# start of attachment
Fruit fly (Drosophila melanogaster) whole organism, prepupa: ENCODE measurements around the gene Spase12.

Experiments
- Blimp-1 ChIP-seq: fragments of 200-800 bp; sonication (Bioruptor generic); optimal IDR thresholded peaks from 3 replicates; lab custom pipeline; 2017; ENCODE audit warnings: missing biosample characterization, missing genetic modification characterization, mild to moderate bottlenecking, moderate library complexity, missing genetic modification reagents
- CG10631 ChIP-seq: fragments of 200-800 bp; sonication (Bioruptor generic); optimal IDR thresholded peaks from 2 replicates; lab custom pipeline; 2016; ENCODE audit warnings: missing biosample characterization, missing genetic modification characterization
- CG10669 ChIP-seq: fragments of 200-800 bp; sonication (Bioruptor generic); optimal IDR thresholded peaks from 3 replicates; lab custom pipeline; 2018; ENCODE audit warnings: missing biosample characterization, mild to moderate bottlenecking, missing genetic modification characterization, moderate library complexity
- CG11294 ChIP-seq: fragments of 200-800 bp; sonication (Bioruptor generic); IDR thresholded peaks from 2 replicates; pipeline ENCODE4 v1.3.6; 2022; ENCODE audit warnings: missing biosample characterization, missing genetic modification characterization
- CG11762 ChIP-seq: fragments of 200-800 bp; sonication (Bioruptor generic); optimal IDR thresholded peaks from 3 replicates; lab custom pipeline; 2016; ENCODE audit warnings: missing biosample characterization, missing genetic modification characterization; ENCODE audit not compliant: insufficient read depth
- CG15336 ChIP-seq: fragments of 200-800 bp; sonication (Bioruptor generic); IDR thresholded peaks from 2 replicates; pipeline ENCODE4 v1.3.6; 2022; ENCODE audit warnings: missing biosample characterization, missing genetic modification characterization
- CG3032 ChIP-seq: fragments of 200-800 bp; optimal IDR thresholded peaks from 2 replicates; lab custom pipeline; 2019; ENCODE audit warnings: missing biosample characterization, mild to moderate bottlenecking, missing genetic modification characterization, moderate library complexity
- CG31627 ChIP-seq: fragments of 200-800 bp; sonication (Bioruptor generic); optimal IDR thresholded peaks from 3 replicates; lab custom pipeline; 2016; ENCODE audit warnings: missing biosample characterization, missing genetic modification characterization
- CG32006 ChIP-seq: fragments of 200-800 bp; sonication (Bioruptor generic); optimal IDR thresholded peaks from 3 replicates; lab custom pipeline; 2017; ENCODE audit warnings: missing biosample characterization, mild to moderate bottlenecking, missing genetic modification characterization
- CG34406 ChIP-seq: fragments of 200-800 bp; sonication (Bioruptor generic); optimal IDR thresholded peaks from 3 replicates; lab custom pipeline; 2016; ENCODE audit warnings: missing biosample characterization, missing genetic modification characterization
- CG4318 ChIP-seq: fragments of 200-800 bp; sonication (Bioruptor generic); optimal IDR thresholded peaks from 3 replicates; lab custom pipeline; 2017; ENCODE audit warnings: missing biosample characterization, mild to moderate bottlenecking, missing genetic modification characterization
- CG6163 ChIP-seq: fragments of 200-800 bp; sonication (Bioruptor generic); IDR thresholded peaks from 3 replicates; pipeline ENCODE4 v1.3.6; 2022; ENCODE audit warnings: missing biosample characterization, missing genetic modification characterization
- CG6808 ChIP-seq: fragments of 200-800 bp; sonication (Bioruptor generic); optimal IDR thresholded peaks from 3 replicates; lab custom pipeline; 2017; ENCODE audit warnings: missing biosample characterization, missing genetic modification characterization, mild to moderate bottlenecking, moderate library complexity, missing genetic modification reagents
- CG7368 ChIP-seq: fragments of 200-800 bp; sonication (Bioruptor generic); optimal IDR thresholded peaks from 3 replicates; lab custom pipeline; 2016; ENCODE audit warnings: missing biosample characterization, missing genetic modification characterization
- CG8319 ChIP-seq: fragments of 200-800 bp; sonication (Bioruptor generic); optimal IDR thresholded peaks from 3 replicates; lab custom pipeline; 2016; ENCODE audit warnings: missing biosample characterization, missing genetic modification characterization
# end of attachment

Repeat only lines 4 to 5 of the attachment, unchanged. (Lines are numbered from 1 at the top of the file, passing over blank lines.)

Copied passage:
- CG10631 ChIP-seq: fragments of 200-800 bp; sonication (Bioruptor generic); optimal IDR thresholded peaks from 2 replicates; lab custom pipeline; 2016; ENCODE audit warnings: missing biosample characterization, missing genetic modification characterization
- CG10669 ChIP-seq: fragments of 200-800 bp; sonication (Bioruptor generic); optimal IDR thresholded peaks from 3 replicates; lab custom pipeline; 2018; ENCODE audit warnings: missing biosample characterization, mild to moderate bottlenecking, missing genetic modification characterization, moderate library complexity